In Venezuela, Land 'Rescue' Hopes Unmet

Ramón Barrera arrived at a former ranch dreaming of his own small parcel filled with crops. Six months later, he has only some scrawny pigs.
Ramón Barrera arrived at a former ranch dreaming of his own small parcel filled with crops. Six months later, he has only some scrawny pigs. (By Juan Forero -- The Washington Post)
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By Juan Forero
Washington Post Foreign Service
Saturday, June 20, 2009

LAS VEGAS, Venezuela -- Dreaming of a new life, Ramón Barrera came to El Charcote, a vast farm here in northwestern Venezuela, several years after President Hugo Chávez's populist government had expropriated the property from its longtime owners and begun distributing parcels to small farmers like him to work.

Six months after he arrived, Barrera's dream is still just a dream -- his 37 acres are fallow, so he spends his time feeding grain to nine scrawny pigs. He and other farmers trying to earn a living on the farm's sunbaked expanse said the technical help they had been promised never materialized.

"Things are serious here. There is no water, no electricity, no comforts," said Barrera, 64. "There is no credit. There is nothing. How are people supposed to work?"

Chávez's so-called back-to-the-land movement calls for the redistribution of land -- increasingly properties that the state has taken over in what officials term a "rescue" or "recuperation." The objective is to ensure "food sovereignty," thereby reducing dependence on imports.

But nearly five years after the measures were implemented nationwide, farmers and agriculture experts say, Venezuela is not only far from self-sufficient in food, but also more dependent than ever on foreign countries. Food imports rose to $7.5 billion last year, a sixfold increase since Chávez took power a decade ago.

That has not stopped the government from accelerating its policy of dismantling big haciendas, holdings that officials often describe as unproductive. Owners are compensated, unless authorities accuse them of having acquired their properties illegally. Those who take over are promised courses in farming; some are settled in newly built communes. The policy is rooted in a 2001 law and driven by Chávez's insistence that the land belongs to everyone.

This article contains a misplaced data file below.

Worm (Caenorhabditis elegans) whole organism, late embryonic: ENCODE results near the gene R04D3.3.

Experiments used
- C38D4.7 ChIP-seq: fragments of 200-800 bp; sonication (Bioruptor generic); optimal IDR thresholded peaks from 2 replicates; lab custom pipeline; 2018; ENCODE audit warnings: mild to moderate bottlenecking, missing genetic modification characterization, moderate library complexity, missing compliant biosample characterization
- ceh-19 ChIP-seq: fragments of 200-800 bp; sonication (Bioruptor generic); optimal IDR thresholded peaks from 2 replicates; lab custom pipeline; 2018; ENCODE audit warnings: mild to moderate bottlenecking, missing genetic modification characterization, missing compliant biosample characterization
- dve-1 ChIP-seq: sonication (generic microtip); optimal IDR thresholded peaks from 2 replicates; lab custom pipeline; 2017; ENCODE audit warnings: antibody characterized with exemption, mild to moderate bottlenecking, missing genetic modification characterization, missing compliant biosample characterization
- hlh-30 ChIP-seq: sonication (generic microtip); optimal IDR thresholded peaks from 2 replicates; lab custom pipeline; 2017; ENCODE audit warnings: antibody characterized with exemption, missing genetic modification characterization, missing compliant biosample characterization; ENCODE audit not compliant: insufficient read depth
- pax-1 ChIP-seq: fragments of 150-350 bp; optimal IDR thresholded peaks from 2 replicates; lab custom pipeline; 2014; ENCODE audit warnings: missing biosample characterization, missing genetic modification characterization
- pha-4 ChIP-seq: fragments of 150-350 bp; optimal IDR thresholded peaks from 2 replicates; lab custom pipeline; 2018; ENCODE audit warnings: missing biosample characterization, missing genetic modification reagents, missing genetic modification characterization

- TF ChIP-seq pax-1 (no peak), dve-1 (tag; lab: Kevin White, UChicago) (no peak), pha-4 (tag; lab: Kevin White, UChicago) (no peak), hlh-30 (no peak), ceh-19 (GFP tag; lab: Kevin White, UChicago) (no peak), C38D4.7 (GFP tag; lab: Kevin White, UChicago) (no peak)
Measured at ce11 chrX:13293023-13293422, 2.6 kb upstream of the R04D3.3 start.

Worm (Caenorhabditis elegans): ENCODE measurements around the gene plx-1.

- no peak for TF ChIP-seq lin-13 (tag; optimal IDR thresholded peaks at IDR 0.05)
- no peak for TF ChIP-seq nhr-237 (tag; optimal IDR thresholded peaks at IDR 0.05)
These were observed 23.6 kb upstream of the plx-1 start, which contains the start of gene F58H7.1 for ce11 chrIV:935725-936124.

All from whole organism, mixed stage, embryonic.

"I say to all who say they own land: In the first place, that land is not yours. The land is not private. It is the property of the state," Chávez said last month on an episode of his weekly television show broadcast from rural Barinas state, where he grew up.

"The land is for those who work it," the president said, adding that those who do not produce lose "their right to occupy the land." Chávez then turned to Agriculture Minister Elías Jagua, seated among Chávez's red-shirted supporters in the audience, and said, "That is what the law is for, Elías, unbending.

"Today we are going to recuperate other lands," he added. "Give me the list to announce it at once before it gets late." He then checked off one farm after another, while his ministers applauded.

Among the once-productive farms put out of business earlier this decade was this 33,606-acre ranch in Cojedes state owned by the Vestey Group, a British company. El Charcote used to turn out 3.3 million pounds of beef a year, making it one of the country's top 10 producers. Today, the 13,000 head of cattle that once roamed here are gone.

The small farmers working the property have a few cows, but those animals, and the small corn patches here and there, are mainly for personal use. New farm machinery, painted the government's trademark red, gathers dust in a lot on the outskirts of this town.

"If there is a word to describe all this, it is 'stagnant,' " said Carlos Machado, an agriculture expert at the Institute of Higher Administrative Studies in Caracas and a former agricultural consultant for the Organization of American States. "The government policy to increase the crop production in the country is a complete failure."

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